VELSHI: How do you feel about this now? I mean, given all the ups and downs of it, how do you feel today?

VINDMAN: I have no regrets about my actions. One of the most important things is the fact that I could both -- I could live with may actions and I could look my daughter in her eyes and not have to equivocate, not try to rationalize, not try to explain away some misdeeds that I did, falling short, and that makes me very proud that I can do that.

And I also have that deep confidence that my father had coming here to the United States rebuilding that I will end up being fine. I`m working on a doctorate at Johns Hopkins. I`m at a think tank, doing all sorts of interesting things, having wonderful conversations with people like yourself.

And these things would not be afforded to me -- I would have had a easier go if I would have stayed in, kept quiet, like so many of the people, but that wasn`t my --

VELSHI: You would have been a full colonel.


VELSHI: Your title of the book is "Here, Right Matters." You believe that still? Here, right matters?

VINDMAN: I do, but not in the very simplistic notion that everything works out exactly as -- as one would hope. "Here, right matters" really matters only if we make it matter, if we`re active in the process, if we`re engaged, if we`re trying to drive the things that are important us to.

In my case, as soon as I left uniform -- I got out of uniform, I didn`t want to be a political actor but I spoke out against President Trump. I tried to have an impact, speaking out against President Trump, talking about his corruption. And I hope that was -- I hope that was impactful.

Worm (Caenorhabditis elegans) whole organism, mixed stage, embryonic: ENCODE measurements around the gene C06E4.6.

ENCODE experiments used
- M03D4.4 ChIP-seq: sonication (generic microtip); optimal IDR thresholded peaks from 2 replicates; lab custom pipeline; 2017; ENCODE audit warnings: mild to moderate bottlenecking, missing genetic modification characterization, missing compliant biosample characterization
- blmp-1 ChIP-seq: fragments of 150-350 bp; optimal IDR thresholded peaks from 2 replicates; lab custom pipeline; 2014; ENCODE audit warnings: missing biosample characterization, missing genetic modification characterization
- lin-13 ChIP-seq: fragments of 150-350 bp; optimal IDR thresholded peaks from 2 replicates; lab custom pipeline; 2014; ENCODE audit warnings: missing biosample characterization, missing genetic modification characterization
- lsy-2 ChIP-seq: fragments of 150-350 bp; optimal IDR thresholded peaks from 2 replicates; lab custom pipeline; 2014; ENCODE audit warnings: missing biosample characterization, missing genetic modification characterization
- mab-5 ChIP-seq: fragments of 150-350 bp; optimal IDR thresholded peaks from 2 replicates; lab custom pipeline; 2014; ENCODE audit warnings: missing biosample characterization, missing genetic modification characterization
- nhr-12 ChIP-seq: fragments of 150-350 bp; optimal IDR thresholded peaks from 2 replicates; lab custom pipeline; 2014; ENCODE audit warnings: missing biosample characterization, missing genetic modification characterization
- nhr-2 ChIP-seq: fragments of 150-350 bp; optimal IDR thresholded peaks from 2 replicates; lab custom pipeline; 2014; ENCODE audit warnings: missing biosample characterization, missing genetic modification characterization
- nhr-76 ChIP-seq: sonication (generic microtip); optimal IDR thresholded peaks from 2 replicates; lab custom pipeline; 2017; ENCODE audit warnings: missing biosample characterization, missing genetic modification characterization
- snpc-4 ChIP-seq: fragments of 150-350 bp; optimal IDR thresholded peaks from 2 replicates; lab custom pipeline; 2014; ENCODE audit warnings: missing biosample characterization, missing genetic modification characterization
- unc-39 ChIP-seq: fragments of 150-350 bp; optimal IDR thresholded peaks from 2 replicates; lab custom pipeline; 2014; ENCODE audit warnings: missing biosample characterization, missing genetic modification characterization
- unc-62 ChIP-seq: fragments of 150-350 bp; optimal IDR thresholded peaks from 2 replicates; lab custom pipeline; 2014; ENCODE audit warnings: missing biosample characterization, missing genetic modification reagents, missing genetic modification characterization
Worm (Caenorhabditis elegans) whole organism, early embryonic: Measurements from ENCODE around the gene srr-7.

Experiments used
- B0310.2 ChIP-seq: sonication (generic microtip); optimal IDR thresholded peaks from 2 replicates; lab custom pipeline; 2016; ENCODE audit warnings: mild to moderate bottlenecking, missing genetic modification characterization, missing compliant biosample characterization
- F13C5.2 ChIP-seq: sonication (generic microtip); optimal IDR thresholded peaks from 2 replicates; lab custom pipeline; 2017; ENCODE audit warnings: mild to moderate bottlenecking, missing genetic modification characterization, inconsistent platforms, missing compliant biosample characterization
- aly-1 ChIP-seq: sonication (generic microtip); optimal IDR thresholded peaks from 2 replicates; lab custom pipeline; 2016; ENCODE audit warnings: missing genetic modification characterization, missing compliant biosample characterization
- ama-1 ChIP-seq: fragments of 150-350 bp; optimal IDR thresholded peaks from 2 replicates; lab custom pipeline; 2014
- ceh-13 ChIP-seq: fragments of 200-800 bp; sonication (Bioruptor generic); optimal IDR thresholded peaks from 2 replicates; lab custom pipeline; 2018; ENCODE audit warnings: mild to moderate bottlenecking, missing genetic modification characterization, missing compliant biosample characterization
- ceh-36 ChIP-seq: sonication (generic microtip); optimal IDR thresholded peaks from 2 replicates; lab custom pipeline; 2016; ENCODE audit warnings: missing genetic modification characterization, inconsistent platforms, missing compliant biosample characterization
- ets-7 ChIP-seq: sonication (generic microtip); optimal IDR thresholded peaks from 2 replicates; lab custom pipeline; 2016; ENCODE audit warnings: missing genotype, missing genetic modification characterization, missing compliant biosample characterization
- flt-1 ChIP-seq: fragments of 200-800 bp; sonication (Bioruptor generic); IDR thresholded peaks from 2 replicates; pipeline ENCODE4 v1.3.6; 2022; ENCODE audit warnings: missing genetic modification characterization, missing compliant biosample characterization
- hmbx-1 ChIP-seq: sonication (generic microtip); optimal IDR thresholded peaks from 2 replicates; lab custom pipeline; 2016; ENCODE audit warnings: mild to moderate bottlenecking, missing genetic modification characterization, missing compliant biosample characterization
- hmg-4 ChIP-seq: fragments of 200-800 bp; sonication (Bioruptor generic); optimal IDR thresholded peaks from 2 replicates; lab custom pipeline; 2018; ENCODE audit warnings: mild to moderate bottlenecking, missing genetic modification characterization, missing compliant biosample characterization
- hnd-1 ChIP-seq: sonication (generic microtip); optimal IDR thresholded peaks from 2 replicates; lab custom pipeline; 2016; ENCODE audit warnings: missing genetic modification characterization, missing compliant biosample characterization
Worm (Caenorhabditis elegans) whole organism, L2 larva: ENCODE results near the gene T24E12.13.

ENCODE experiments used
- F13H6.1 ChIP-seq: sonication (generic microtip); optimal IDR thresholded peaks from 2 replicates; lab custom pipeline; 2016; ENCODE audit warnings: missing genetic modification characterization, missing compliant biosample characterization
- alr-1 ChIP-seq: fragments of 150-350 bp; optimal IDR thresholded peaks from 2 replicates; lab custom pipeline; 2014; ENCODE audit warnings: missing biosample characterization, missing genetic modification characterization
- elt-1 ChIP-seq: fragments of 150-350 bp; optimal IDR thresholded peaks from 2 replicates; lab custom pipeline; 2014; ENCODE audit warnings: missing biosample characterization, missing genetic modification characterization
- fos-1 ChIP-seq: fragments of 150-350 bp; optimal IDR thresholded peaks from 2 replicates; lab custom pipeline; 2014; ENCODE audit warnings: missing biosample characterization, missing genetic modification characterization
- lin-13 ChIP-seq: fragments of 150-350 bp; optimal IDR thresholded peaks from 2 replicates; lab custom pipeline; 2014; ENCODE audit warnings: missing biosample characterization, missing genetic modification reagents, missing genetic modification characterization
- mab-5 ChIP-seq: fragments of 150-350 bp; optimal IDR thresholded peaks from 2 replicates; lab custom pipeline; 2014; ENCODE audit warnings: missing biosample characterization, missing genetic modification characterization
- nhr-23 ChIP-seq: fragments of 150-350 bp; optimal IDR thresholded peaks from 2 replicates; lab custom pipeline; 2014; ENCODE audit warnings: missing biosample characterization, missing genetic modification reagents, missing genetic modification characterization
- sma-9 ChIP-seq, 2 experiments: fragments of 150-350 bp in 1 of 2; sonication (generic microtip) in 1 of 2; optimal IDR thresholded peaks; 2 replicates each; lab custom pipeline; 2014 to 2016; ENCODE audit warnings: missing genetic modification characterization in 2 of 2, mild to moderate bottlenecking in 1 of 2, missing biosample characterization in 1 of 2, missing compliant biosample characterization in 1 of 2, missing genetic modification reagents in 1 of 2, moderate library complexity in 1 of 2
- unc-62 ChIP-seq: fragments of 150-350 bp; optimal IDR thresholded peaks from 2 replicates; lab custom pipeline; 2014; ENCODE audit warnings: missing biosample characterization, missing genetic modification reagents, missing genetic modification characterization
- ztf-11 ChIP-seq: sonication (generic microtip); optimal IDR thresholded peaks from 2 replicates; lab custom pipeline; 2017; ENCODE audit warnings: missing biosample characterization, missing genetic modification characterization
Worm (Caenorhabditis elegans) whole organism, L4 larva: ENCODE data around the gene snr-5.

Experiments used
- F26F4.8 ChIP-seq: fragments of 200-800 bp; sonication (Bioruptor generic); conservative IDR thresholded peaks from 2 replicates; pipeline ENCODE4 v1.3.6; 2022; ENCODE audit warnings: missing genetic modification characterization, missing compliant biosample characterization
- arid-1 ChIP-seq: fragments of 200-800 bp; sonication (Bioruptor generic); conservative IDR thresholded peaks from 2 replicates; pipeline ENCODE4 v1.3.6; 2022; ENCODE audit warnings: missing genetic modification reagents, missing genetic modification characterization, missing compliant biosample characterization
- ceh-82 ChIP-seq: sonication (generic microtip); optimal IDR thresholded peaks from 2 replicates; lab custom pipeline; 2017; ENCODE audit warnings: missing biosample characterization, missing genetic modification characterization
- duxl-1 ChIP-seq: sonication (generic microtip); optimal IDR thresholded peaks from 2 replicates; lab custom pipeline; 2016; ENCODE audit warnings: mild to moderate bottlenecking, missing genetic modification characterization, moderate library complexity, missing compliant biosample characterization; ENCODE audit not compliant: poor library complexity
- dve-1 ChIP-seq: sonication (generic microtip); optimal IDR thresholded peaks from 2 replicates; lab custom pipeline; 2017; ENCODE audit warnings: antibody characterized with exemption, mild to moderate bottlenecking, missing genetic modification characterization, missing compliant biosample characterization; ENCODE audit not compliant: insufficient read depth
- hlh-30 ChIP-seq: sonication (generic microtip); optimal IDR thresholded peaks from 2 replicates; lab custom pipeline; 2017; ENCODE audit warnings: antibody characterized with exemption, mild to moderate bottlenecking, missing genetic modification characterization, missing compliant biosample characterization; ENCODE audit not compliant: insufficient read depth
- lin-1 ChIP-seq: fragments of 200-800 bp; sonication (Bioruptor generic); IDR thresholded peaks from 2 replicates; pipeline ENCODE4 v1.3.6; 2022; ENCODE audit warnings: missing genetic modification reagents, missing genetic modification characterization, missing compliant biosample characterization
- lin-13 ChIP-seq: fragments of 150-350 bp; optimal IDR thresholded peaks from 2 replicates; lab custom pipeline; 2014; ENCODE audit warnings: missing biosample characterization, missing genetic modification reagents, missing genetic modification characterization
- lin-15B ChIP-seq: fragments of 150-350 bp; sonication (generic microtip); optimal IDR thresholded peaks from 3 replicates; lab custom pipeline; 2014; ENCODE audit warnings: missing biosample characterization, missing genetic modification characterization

And I`m going to continue to do that, advocating for public servants that don`t have a voice while they are in service. I am going to do that by advocating for national security and I am going to make it matter.

VELSHI: Thank you for your service, sir.

VINDMAN: Thank you.

VELSHI: Appreciate.

Lieutenant Colonel Alexander Vindman, his new book is "Here, Right Matters." It is out tomorrow.

We appreciate your time.

VINDMAN: Thank you.

VELSHI: It`s been three weeks since Democratic state legislators left their state in Texas for Washington, D.C., in a desperate attempt to save voting rights for their constituents. They`ve held press conferences and protests, pushing Congress to act on national voting rights legislation and now, they are bringing in reinforcements.

Much more on the summer of direct action when we come back.


VELSHI: Today saw a lot more unrest on Capitol Hill as the poor people`s campaign continued its season of nonviolent direct action to put pressure on lawmakers on issue of voting rights. Today`s rally in Washington, D.C., culminated in a march to the Senate office where they chanted and sang, which side are you on?

More than 200 people are arrested by U.S. Capitol Police for crowding and obstructing offenses as they demanded action from Congress on voting legislation. Among those arrested were civil rights leader Jesse Jackson Jr. and the co-founder of the progressive group, Indivisible, and the friend of this show, Ezra Levin. As you can see other people there too all waiting in line to be cuffed.

The co-chair of the Poor People`s Campaign, Reverend William Barber, was also arrested again. Poor People`s Campaign are ramping up the number of rallies and marches to call attention to four demands they want lawmakers to address of the end the filibuster, pass all provisions of the For the People Act, fully restore the 1965 Voting Rights Act and raise the federal minimum wage to $15 an hour.

They are not the only ones trying to spur change this Washington. Today, more than 100 state legislators from 29 states traveled to D.C. to stand in solidarity with the Texas Democratic lawmakers who fled their state to block that restrictive voter bill.

They plan to hold a rally outside the capitol tomorrow at noon to urge Congress to pass voting rights legislation. They will also hold private meetings with members of Congress.